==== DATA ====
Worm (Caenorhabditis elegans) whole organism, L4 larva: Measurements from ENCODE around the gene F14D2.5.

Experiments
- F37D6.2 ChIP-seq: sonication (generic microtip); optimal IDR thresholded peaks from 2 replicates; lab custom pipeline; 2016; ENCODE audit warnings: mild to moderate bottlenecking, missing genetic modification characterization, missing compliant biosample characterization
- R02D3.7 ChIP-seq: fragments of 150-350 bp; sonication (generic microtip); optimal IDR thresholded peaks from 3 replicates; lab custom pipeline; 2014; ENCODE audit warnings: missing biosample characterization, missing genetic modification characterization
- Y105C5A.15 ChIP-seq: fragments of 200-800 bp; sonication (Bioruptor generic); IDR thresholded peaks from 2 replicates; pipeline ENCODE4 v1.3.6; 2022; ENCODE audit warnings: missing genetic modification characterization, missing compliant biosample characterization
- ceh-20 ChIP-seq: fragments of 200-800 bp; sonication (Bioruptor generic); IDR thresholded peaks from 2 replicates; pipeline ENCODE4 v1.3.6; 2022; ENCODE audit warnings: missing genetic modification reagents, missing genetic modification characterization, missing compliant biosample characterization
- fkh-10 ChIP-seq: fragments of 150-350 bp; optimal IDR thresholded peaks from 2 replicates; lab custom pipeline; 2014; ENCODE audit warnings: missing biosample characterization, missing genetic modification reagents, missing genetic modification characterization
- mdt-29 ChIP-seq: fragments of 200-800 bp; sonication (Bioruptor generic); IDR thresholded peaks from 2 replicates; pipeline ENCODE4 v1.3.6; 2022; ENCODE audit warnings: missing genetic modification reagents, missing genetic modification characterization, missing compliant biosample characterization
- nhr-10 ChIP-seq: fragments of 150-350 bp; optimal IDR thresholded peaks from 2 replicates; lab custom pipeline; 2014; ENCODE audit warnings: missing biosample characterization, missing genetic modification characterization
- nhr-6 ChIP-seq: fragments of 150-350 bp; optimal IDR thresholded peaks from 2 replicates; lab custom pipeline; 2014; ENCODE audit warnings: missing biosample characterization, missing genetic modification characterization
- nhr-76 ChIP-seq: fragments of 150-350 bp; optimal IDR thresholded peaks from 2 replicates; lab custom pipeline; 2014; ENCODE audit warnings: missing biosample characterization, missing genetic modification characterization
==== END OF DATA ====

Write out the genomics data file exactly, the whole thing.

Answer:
Worm (Caenorhabditis elegans) whole organism, L4 larva: Measurements from ENCODE around the gene F14D2.5.

Experiments
- F37D6.2 ChIP-seq: sonication (generic microtip); optimal IDR thresholded peaks from 2 replicates; lab custom pipeline; 2016; ENCODE audit warnings: mild to moderate bottlenecking, missing genetic modification characterization, missing compliant biosample characterization
- R02D3.7 ChIP-seq: fragments of 150-350 bp; sonication (generic microtip); optimal IDR thresholded peaks from 3 replicates; lab custom pipeline; 2014; ENCODE audit warnings: missing biosample characterization, missing genetic modification characterization
- Y105C5A.15 ChIP-seq: fragments of 200-800 bp; sonication (Bioruptor generic); IDR thresholded peaks from 2 replicates; pipeline ENCODE4 v1.3.6; 2022; ENCODE audit warnings: missing genetic modification characterization, missing compliant biosample characterization
- ceh-20 ChIP-seq: fragments of 200-800 bp; sonication (Bioruptor generic); IDR thresholded peaks from 2 replicates; pipeline ENCODE4 v1.3.6; 2022; ENCODE audit warnings: missing genetic modification reagents, missing genetic modification characterization, missing compliant biosample characterization
- fkh-10 ChIP-seq: fragments of 150-350 bp; optimal IDR thresholded peaks from 2 replicates; lab custom pipeline; 2014; ENCODE audit warnings: missing biosample characterization, missing genetic modification reagents, missing genetic modification characterization
- mdt-29 ChIP-seq: fragments of 200-800 bp; sonication (Bioruptor generic); IDR thresholded peaks from 2 replicates; pipeline ENCODE4 v1.3.6; 2022; ENCODE audit warnings: missing genetic modification reagents, missing genetic modification characterization, missing compliant biosample characterization
- nhr-10 ChIP-seq: fragments of 150-350 bp; optimal IDR thresholded peaks from 2 replicates; lab custom pipeline; 2014; ENCODE audit warnings: missing biosample characterization, missing genetic modification characterization
- nhr-6 ChIP-seq: fragments of 150-350 bp; optimal IDR thresholded peaks from 2 replicates; lab custom pipeline; 2014; ENCODE audit warnings: missing biosample characterization, missing genetic modification characterization
- nhr-76 ChIP-seq: fragments of 150-350 bp; optimal IDR thresholded peaks from 2 replicates; lab custom pipeline; 2014; ENCODE audit warnings: missing biosample characterization, missing genetic modification characterization